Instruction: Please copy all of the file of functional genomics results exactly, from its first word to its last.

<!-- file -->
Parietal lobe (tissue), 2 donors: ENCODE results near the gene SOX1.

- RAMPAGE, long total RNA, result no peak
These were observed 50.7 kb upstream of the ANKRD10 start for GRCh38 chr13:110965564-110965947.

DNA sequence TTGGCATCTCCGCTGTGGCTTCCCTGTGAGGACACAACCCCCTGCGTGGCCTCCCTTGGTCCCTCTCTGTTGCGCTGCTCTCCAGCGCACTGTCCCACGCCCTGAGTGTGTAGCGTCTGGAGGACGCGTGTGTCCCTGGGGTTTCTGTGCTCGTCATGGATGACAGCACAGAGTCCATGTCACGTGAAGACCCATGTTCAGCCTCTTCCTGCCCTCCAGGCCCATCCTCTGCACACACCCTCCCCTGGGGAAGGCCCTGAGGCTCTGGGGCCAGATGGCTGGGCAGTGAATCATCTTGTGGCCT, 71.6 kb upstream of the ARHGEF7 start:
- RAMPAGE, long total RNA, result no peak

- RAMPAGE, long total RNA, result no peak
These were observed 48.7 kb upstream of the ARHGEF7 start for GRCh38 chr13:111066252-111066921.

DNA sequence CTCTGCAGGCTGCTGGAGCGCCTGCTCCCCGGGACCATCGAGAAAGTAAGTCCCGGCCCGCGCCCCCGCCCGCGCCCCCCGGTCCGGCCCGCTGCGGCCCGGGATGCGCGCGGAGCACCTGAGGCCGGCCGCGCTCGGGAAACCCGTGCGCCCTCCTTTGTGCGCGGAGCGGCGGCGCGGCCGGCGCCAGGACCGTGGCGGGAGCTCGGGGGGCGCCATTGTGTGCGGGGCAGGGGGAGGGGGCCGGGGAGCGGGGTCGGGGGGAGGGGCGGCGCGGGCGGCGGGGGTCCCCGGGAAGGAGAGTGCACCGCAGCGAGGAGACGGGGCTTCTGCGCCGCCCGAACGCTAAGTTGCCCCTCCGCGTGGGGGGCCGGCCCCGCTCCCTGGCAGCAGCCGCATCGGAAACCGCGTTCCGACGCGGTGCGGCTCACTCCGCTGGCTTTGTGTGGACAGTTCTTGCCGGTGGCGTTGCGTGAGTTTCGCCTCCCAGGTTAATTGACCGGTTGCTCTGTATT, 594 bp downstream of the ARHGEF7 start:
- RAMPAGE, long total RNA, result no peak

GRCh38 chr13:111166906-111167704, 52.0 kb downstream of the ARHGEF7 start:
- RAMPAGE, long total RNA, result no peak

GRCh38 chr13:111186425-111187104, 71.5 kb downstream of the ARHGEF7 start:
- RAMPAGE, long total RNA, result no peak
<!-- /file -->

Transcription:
Parietal lobe (tissue), 2 donors: ENCODE results near the gene SOX1.

- RAMPAGE, long total RNA, result no peak
These were observed 50.7 kb upstream of the ANKRD10 start for GRCh38 chr13:110965564-110965947.

DNA sequence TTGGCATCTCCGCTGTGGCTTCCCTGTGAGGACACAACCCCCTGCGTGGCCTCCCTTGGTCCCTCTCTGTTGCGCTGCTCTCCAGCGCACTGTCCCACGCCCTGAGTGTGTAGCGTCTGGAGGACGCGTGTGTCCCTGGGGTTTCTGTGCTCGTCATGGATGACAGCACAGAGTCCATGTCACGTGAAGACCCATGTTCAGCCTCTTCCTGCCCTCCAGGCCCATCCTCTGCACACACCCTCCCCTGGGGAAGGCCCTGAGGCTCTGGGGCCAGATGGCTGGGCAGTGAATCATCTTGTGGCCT, 71.6 kb upstream of the ARHGEF7 start:
- RAMPAGE, long total RNA, result no peak

- RAMPAGE, long total RNA, result no peak
These were observed 48.7 kb upstream of the ARHGEF7 start for GRCh38 chr13:111066252-111066921.

DNA sequence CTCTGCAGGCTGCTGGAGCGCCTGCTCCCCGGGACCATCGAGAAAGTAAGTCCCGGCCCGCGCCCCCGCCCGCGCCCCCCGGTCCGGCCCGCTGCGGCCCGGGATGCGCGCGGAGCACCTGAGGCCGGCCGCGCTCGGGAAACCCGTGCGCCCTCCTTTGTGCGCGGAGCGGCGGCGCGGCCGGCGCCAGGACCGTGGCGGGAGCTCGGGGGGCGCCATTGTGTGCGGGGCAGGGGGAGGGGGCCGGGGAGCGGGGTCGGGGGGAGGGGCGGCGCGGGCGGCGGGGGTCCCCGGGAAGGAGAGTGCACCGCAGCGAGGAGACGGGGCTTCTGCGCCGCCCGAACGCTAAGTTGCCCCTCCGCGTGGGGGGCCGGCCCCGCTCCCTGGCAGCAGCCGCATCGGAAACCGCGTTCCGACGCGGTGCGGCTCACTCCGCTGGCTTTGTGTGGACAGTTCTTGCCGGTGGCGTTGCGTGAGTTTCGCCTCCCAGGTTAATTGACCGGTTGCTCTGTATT, 594 bp downstream of the ARHGEF7 start:
- RAMPAGE, long total RNA, result no peak

GRCh38 chr13:111166906-111167704, 52.0 kb downstream of the ARHGEF7 start:
- RAMPAGE, long total RNA, result no peak

GRCh38 chr13:111186425-111187104, 71.5 kb downstream of the ARHGEF7 start:
- RAMPAGE, long total RNA, result no peak